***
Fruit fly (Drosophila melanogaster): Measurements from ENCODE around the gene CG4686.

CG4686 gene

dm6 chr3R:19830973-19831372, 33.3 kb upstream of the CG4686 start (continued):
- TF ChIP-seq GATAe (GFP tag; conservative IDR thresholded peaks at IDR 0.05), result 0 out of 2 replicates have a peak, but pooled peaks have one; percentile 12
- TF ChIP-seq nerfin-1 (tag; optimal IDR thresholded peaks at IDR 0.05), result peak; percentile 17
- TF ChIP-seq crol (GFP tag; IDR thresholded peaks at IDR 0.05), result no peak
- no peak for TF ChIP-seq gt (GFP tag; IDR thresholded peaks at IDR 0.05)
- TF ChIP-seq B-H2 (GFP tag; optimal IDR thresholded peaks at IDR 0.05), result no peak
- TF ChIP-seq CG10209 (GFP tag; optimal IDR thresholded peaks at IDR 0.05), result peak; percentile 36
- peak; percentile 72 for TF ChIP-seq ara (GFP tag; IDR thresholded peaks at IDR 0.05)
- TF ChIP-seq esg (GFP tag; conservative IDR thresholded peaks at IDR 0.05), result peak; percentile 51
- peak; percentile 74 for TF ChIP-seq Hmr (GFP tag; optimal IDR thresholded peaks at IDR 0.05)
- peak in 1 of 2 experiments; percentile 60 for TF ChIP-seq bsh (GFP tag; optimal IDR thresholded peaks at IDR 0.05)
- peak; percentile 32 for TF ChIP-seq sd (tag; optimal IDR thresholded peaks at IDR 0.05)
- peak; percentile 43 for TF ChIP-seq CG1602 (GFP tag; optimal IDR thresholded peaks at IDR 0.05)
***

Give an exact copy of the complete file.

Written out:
Fruit fly (Drosophila melanogaster): Measurements from ENCODE around the gene CG4686.

CG4686 gene

dm6 chr3R:19830973-19831372, 33.3 kb upstream of the CG4686 start (continued):
- TF ChIP-seq GATAe (GFP tag; conservative IDR thresholded peaks at IDR 0.05), result 0 out of 2 replicates have a peak, but pooled peaks have one; percentile 12
- TF ChIP-seq nerfin-1 (tag; optimal IDR thresholded peaks at IDR 0.05), result peak; percentile 17
- TF ChIP-seq crol (GFP tag; IDR thresholded peaks at IDR 0.05), result no peak
- no peak for TF ChIP-seq gt (GFP tag; IDR thresholded peaks at IDR 0.05)
- TF ChIP-seq B-H2 (GFP tag; optimal IDR thresholded peaks at IDR 0.05), result no peak
- TF ChIP-seq CG10209 (GFP tag; optimal IDR thresholded peaks at IDR 0.05), result peak; percentile 36
- peak; percentile 72 for TF ChIP-seq ara (GFP tag; IDR thresholded peaks at IDR 0.05)
- TF ChIP-seq esg (GFP tag; conservative IDR thresholded peaks at IDR 0.05), result peak; percentile 51
- peak; percentile 74 for TF ChIP-seq Hmr (GFP tag; optimal IDR thresholded peaks at IDR 0.05)
- peak in 1 of 2 experiments; percentile 60 for TF ChIP-seq bsh (GFP tag; optimal IDR thresholded peaks at IDR 0.05)
- peak; percentile 32 for TF ChIP-seq sd (tag; optimal IDR thresholded peaks at IDR 0.05)
- peak; percentile 43 for TF ChIP-seq CG1602 (GFP tag; optimal IDR thresholded peaks at IDR 0.05)